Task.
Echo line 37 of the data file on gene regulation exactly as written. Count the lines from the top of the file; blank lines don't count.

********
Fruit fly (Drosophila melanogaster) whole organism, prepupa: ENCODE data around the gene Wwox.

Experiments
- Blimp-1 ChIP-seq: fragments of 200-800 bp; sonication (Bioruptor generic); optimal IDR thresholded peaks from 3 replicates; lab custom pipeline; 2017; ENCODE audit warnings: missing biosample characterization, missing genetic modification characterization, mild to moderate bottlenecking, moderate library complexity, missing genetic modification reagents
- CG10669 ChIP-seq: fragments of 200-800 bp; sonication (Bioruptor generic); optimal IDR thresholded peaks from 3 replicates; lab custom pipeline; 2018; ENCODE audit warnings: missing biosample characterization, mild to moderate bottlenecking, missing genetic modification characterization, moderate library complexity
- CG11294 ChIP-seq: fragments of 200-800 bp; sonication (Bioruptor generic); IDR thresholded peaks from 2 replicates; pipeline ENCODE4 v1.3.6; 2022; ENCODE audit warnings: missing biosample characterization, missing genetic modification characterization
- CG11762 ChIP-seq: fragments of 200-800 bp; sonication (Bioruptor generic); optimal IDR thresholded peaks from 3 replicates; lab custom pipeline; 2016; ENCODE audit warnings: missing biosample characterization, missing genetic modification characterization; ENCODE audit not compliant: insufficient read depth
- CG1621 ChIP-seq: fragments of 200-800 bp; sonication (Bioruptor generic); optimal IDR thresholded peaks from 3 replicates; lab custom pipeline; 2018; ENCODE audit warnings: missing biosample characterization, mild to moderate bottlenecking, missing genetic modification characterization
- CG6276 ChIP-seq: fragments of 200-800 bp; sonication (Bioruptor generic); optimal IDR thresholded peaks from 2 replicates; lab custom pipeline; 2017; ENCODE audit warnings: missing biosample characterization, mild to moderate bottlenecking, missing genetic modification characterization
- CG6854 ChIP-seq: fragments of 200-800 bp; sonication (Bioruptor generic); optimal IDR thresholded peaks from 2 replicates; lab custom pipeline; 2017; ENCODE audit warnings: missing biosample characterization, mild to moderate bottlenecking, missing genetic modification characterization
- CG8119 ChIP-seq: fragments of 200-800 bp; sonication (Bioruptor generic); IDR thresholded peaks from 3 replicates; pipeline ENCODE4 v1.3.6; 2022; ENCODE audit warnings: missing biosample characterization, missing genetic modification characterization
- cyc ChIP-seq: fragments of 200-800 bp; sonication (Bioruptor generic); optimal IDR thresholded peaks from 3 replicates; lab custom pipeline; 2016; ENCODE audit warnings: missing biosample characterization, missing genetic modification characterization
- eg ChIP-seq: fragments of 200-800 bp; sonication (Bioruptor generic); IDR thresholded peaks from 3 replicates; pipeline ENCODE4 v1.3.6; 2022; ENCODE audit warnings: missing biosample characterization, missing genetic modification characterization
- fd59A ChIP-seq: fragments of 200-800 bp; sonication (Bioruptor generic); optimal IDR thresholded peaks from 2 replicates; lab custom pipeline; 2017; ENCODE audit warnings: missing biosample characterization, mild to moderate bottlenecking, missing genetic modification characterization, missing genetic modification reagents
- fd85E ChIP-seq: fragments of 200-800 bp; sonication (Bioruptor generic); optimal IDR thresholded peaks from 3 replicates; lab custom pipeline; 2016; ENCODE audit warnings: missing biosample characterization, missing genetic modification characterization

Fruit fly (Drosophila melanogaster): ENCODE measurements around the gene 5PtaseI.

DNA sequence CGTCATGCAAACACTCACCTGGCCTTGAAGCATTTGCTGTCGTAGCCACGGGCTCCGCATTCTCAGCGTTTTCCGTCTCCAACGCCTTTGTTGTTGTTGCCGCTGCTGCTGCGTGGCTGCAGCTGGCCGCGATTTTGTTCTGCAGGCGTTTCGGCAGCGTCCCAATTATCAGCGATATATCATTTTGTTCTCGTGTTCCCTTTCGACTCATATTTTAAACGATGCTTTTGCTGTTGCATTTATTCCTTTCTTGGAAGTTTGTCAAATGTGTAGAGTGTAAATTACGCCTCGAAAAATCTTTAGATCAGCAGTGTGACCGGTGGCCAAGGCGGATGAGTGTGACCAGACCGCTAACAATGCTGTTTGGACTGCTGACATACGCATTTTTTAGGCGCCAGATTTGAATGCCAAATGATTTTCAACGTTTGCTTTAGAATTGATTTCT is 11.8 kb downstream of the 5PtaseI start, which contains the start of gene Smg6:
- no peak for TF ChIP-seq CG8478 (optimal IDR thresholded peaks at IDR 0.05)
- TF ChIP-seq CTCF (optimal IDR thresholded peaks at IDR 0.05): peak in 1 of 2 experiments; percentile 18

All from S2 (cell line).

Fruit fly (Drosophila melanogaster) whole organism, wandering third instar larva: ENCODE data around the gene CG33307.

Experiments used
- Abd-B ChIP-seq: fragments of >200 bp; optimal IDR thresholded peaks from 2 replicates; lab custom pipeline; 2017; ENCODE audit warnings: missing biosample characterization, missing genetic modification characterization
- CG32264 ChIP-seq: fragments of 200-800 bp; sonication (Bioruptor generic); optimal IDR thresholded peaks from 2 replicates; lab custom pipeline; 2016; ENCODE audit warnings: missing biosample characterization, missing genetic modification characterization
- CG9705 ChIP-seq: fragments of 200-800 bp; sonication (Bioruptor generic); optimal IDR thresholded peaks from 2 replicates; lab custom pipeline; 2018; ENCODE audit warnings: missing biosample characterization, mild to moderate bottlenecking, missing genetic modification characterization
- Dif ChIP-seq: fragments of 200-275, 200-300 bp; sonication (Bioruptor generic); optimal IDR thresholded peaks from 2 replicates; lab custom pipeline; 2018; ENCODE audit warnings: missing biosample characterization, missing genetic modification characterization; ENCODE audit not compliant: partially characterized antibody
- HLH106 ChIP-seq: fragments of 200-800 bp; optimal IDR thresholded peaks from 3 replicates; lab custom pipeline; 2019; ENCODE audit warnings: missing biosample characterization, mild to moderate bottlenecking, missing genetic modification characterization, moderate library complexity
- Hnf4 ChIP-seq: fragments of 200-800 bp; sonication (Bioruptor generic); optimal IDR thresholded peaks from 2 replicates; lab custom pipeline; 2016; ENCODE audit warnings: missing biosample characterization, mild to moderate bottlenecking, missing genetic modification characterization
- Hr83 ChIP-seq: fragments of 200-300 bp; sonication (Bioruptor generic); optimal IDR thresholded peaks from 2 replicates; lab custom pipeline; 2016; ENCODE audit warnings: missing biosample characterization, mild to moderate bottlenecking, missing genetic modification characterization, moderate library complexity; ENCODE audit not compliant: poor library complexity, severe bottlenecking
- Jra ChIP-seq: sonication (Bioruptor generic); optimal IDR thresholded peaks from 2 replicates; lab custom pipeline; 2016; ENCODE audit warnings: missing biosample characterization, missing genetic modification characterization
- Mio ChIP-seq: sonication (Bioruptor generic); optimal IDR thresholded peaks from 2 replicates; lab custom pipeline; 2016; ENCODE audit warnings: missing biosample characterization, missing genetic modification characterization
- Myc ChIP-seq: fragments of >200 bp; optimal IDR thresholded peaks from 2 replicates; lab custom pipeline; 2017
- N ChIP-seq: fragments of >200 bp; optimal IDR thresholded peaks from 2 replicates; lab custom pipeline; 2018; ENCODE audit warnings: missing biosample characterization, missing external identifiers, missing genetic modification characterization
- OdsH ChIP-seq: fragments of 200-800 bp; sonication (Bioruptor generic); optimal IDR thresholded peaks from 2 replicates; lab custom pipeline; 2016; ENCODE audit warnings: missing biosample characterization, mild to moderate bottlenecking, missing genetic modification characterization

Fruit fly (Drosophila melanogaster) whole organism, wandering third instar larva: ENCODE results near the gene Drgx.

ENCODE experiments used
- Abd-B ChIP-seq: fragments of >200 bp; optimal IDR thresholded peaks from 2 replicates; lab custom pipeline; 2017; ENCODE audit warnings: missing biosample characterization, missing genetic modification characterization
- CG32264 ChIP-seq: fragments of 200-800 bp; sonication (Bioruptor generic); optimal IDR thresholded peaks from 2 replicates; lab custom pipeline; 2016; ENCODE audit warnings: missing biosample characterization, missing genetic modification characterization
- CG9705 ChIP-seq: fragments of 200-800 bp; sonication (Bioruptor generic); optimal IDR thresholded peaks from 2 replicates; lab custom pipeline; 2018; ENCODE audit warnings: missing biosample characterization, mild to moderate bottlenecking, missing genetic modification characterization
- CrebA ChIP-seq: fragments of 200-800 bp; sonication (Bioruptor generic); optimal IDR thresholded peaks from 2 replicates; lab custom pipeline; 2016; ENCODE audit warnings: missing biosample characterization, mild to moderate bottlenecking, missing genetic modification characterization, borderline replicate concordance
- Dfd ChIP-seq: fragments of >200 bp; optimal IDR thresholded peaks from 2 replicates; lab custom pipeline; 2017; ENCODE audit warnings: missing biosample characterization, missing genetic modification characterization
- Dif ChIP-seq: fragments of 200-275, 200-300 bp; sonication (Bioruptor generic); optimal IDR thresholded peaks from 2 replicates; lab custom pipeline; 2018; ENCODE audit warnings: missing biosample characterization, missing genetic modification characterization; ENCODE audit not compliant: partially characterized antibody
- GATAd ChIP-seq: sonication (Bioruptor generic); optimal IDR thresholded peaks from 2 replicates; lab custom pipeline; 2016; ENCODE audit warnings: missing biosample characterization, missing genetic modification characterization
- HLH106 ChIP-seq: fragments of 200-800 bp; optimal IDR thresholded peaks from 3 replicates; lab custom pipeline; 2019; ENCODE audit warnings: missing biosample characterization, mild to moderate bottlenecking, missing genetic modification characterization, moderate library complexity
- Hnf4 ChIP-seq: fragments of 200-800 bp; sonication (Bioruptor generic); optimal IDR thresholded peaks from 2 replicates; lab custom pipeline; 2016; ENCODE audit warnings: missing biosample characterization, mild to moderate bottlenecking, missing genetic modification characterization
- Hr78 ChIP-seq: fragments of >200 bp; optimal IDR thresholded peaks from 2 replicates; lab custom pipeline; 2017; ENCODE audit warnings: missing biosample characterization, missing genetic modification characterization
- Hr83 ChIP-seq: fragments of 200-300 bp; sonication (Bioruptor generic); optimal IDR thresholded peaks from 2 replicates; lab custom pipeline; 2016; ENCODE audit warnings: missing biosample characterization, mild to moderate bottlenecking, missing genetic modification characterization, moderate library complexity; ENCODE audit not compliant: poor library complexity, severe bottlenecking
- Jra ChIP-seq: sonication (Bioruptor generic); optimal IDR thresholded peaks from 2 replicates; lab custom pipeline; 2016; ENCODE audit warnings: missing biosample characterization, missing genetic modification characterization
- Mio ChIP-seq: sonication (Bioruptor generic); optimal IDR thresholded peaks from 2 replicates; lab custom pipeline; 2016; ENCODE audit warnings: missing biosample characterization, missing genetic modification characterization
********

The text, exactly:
- CG32264 ChIP-seq: fragments of 200-800 bp; sonication (Bioruptor generic); optimal IDR thresholded peaks from 2 replicates; lab custom pipeline; 2016; ENCODE audit warnings: missing biosample characterization, missing genetic modification characterization